It's SoHi, for now: Stars boys seeking to remain on top

Posted: Saturday, January 02, 2010

Kenai Central boys basketball coach Ken Felchle believes his team can win the Southern Division in the Northern Lights Conference if its plays to its full potential.

Clarion File Photo
Clarion File Photo
Kenai's Billy Kiefer can't get a shot past Soldotna's Evan Withrow and Robbie Smithwick last year. Withrow and Smithwick will return for the Stars this season.

That doesn't necessarily mean he considers the Kardinals favorites as the 2010-11 season kicks into full gear.

"SoHi is the No. 1 team before someone knocks them off," Felchle said. "The bottom line is they are the team to beat until someone proves them wrong."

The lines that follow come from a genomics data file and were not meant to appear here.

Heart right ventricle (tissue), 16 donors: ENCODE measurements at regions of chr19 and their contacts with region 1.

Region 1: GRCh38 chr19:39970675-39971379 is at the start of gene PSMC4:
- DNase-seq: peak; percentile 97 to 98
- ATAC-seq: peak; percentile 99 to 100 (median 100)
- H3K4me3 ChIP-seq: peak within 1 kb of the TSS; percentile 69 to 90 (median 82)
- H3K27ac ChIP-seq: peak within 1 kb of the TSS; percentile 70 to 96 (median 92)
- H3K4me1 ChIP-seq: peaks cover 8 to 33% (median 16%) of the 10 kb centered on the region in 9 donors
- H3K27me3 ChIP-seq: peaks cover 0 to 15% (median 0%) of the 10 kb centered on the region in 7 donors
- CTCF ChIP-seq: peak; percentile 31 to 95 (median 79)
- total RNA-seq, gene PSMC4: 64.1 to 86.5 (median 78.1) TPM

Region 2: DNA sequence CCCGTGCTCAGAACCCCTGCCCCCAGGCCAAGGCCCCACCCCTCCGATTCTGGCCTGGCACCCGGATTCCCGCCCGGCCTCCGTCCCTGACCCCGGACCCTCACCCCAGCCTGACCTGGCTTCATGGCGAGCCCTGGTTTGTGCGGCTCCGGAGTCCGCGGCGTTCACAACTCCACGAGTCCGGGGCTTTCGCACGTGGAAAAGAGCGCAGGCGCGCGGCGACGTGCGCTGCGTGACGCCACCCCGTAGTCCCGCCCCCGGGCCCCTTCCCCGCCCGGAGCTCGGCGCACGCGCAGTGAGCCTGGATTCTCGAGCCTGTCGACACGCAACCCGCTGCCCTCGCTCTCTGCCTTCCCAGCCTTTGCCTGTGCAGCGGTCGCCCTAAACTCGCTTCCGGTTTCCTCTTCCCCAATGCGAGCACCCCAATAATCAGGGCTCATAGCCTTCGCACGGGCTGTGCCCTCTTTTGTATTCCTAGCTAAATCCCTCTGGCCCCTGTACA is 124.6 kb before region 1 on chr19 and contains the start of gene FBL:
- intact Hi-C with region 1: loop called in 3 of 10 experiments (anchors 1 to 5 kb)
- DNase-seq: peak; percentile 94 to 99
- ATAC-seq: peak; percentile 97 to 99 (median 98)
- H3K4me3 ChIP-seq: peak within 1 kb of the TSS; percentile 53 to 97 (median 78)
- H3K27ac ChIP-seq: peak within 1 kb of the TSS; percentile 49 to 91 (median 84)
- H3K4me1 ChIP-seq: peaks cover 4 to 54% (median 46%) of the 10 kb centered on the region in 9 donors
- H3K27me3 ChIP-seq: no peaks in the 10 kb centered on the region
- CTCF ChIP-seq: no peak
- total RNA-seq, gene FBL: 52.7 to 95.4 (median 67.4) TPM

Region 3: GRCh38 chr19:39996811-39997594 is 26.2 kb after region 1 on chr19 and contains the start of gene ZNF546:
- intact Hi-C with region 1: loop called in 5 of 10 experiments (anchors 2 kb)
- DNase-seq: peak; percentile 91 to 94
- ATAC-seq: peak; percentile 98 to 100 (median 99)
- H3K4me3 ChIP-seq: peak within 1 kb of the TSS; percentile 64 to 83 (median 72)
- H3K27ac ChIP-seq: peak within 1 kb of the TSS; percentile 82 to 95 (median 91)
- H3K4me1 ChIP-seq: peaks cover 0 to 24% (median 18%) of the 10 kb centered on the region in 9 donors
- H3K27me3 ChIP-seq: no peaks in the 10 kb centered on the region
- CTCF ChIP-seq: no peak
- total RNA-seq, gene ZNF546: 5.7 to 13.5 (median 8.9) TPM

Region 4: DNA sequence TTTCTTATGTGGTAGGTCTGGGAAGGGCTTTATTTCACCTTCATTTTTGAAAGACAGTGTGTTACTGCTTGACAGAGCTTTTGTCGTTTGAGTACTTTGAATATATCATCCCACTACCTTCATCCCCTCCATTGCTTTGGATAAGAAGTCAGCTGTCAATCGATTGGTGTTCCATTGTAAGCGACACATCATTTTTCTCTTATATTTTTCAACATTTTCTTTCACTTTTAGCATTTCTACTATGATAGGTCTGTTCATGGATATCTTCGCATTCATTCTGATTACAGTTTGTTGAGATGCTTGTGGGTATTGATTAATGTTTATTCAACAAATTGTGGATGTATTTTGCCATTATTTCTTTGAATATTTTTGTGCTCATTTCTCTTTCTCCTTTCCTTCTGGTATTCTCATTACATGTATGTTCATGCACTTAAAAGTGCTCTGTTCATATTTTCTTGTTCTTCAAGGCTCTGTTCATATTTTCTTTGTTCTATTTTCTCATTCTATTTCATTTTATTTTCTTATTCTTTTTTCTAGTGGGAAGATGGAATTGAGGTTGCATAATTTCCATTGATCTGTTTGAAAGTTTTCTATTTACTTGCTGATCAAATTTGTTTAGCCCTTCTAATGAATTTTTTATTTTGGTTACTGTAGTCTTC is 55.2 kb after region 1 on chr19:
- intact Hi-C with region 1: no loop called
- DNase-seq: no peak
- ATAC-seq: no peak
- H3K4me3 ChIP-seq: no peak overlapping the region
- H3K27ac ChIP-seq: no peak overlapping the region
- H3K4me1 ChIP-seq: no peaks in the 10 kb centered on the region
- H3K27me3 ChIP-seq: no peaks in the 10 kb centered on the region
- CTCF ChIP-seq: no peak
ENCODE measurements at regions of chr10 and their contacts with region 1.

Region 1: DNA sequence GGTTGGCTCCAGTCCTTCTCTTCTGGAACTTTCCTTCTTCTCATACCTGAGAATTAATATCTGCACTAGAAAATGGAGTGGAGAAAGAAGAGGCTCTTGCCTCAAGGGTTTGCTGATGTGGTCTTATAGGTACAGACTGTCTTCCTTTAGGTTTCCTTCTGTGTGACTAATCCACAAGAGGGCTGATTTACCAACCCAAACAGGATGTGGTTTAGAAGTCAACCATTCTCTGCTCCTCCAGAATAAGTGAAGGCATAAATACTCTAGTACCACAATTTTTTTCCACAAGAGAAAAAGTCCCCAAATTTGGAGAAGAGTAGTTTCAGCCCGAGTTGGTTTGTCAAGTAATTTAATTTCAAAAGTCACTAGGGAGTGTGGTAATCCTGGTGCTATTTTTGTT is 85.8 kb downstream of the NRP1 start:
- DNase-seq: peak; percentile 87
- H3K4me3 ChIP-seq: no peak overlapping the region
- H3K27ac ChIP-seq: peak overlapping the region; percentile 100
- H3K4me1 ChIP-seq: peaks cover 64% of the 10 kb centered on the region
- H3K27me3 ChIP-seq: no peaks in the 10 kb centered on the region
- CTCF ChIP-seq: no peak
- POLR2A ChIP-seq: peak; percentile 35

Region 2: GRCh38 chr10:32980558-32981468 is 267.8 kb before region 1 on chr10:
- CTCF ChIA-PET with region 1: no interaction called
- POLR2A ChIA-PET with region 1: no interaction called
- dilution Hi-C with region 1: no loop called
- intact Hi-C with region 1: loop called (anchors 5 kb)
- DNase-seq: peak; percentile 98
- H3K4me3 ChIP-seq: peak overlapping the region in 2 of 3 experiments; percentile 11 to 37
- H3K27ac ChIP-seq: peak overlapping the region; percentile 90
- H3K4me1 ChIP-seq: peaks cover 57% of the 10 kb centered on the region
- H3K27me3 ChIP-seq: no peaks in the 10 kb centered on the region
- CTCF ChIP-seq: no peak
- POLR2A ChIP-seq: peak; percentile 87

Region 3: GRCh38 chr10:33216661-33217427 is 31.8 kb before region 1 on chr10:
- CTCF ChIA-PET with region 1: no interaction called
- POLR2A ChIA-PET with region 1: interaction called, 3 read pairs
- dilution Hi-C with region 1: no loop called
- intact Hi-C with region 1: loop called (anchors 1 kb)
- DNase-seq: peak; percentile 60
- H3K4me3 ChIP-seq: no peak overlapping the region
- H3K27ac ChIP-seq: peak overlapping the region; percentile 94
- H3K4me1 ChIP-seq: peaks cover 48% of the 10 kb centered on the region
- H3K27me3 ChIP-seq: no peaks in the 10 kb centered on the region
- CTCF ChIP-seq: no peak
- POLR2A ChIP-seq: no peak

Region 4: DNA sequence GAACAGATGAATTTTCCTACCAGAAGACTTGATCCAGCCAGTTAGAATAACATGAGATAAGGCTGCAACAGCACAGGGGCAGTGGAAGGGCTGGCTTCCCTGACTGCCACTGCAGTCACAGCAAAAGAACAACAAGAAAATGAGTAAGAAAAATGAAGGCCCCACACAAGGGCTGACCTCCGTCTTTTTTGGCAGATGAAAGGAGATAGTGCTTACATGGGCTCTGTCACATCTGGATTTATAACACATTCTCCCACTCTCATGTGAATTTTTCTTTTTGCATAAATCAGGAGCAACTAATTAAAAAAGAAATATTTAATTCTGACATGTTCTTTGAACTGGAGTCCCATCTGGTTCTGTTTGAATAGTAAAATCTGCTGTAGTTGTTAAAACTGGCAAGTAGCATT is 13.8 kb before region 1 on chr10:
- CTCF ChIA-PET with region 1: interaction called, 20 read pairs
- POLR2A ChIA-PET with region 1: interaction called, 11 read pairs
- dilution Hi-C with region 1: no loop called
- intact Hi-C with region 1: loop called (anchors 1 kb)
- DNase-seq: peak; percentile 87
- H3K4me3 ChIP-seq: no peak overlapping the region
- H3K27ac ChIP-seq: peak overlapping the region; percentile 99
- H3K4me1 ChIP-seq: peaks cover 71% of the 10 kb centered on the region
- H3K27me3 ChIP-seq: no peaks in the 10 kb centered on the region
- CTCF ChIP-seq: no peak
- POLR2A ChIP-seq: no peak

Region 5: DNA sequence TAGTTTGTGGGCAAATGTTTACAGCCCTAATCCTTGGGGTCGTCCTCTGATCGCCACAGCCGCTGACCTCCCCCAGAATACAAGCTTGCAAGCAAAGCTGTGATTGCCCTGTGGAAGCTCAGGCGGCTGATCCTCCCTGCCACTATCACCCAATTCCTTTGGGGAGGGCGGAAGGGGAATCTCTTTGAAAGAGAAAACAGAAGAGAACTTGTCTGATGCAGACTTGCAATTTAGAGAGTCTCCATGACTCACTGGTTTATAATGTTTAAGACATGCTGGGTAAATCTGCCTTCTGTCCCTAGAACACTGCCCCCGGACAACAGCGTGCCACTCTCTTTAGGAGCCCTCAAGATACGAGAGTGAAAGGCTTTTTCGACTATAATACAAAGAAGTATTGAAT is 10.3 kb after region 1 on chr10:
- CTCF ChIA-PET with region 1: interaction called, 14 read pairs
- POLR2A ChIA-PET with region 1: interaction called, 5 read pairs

Soldotna reached the Class 4A state tournament for the second season in a row last year, but enters this season without many of the athletes who got the team there.

Skyview has more experience -- and a talented newcomer in Nick Madrid -- and figures to be stronger after a winless 2009-10 season. Homer lost six of its 10 players, but the Mariners have the luxury of hosting the Northern Lights Conference tournament.

Then there's Kenai Central, an experienced squad that finished one win shy of state a year ago.

Although most coaches said it's too early to establish a pecking order, many predicted a competitive battle for the top spot.

"It's wide open, to be honest," SoHi coach Matt Johnson said.

In the Northern Division, the power figures to stay with Wasilla, although it faces formidable competition in Colony, Kodiak and Palmer.

This much is certain:

"It's going to be a fun year," Skyview coach Jesse Settlemyer said.

Kenai Central